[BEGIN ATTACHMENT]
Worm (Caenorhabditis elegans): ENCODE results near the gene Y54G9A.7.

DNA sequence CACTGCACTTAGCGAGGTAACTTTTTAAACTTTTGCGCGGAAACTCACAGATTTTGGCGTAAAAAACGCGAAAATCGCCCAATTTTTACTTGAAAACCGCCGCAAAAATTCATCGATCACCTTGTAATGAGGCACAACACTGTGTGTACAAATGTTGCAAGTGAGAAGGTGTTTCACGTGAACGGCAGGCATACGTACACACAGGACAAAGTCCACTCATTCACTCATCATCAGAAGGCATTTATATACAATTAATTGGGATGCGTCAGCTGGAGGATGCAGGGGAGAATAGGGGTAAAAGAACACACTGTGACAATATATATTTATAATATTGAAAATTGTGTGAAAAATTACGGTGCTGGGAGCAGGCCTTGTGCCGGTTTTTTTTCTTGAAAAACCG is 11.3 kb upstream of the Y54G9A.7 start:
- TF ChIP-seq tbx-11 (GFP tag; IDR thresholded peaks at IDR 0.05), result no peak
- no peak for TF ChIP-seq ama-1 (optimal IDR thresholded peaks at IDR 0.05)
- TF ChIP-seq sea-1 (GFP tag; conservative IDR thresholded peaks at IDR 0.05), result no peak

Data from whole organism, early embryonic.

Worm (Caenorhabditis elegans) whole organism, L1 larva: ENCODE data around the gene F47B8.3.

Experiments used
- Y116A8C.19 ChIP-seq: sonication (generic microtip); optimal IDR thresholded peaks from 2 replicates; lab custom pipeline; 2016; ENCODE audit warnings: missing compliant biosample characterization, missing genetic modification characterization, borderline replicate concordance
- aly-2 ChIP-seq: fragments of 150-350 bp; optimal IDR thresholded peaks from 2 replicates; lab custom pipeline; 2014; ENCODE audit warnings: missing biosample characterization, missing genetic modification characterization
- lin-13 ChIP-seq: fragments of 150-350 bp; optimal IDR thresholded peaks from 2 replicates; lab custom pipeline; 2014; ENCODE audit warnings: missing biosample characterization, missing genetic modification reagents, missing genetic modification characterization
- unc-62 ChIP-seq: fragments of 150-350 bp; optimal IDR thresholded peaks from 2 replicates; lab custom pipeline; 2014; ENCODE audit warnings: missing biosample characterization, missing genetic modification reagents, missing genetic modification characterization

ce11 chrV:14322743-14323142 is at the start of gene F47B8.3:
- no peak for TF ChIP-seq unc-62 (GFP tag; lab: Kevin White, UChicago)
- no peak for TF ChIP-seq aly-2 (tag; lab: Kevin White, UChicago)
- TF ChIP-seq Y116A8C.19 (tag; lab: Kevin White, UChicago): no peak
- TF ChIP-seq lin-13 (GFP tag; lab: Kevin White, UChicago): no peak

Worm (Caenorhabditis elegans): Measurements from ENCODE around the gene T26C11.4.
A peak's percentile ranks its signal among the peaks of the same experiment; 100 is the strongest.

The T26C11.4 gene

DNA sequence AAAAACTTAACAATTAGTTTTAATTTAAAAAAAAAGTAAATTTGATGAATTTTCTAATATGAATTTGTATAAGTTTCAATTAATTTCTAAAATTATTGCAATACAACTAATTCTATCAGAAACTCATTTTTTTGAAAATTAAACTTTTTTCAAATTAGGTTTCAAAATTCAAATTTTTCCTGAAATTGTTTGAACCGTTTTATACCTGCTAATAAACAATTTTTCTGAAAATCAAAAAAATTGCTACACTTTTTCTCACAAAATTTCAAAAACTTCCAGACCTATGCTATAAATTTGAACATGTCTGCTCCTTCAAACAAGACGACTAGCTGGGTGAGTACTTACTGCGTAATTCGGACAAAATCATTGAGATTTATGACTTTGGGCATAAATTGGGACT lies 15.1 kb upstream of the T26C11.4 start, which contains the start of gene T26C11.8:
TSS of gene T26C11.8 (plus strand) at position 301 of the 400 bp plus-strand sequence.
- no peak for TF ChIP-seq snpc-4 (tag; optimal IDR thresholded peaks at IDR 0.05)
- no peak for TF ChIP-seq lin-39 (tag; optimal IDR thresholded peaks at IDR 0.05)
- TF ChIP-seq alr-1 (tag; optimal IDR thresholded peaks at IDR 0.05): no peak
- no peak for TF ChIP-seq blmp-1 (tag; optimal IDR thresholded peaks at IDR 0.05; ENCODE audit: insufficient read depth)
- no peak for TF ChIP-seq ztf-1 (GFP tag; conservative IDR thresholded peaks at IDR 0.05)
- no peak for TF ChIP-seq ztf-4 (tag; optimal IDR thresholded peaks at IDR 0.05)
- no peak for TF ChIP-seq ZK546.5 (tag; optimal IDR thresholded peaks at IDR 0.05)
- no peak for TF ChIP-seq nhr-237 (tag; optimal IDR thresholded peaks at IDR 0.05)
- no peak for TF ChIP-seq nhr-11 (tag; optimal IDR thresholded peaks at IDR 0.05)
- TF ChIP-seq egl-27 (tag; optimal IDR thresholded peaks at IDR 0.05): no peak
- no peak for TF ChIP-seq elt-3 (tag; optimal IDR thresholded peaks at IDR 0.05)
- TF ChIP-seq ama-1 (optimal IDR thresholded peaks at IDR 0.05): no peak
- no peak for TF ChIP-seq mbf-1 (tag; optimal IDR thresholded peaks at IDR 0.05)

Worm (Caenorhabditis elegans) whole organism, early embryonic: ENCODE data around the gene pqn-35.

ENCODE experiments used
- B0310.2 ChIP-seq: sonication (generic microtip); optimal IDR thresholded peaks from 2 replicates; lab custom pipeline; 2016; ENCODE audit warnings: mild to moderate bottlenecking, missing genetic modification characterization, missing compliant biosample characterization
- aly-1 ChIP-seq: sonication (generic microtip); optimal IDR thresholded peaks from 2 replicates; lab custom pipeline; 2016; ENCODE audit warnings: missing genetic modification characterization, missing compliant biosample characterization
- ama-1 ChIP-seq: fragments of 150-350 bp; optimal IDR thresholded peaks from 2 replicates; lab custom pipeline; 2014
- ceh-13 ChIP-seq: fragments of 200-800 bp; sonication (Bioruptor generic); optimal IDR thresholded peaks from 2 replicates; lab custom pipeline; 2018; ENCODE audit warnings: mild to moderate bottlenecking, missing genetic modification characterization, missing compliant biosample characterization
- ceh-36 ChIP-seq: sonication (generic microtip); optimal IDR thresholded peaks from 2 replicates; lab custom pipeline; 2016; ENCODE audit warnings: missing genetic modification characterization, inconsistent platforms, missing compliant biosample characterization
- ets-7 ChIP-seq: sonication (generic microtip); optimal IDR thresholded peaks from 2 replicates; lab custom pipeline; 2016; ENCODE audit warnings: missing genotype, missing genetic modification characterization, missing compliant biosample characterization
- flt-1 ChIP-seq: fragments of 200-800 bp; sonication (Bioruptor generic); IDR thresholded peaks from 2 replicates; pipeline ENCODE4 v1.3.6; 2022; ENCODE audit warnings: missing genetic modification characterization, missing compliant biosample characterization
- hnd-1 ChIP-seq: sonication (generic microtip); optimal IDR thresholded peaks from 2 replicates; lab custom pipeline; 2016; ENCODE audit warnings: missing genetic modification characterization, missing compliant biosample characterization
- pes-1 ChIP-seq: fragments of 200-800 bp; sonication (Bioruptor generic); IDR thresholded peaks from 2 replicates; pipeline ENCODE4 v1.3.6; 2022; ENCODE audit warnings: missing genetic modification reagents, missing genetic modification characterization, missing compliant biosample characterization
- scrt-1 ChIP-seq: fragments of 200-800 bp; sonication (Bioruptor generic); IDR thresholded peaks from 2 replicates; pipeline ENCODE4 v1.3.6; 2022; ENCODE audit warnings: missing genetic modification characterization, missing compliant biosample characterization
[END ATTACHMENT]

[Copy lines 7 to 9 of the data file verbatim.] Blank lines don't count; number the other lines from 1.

Worm (Caenorhabditis elegans) whole organism, L1 larva: ENCODE data around the gene F47B8.3.

Experiments used
- Y116A8C.19 ChIP-seq: sonication (generic microtip); optimal IDR thresholded peaks from 2 replicates; lab custom pipeline; 2016; ENCODE audit warnings: missing compliant biosample characterization, missing genetic modification characterization, borderline replicate concordance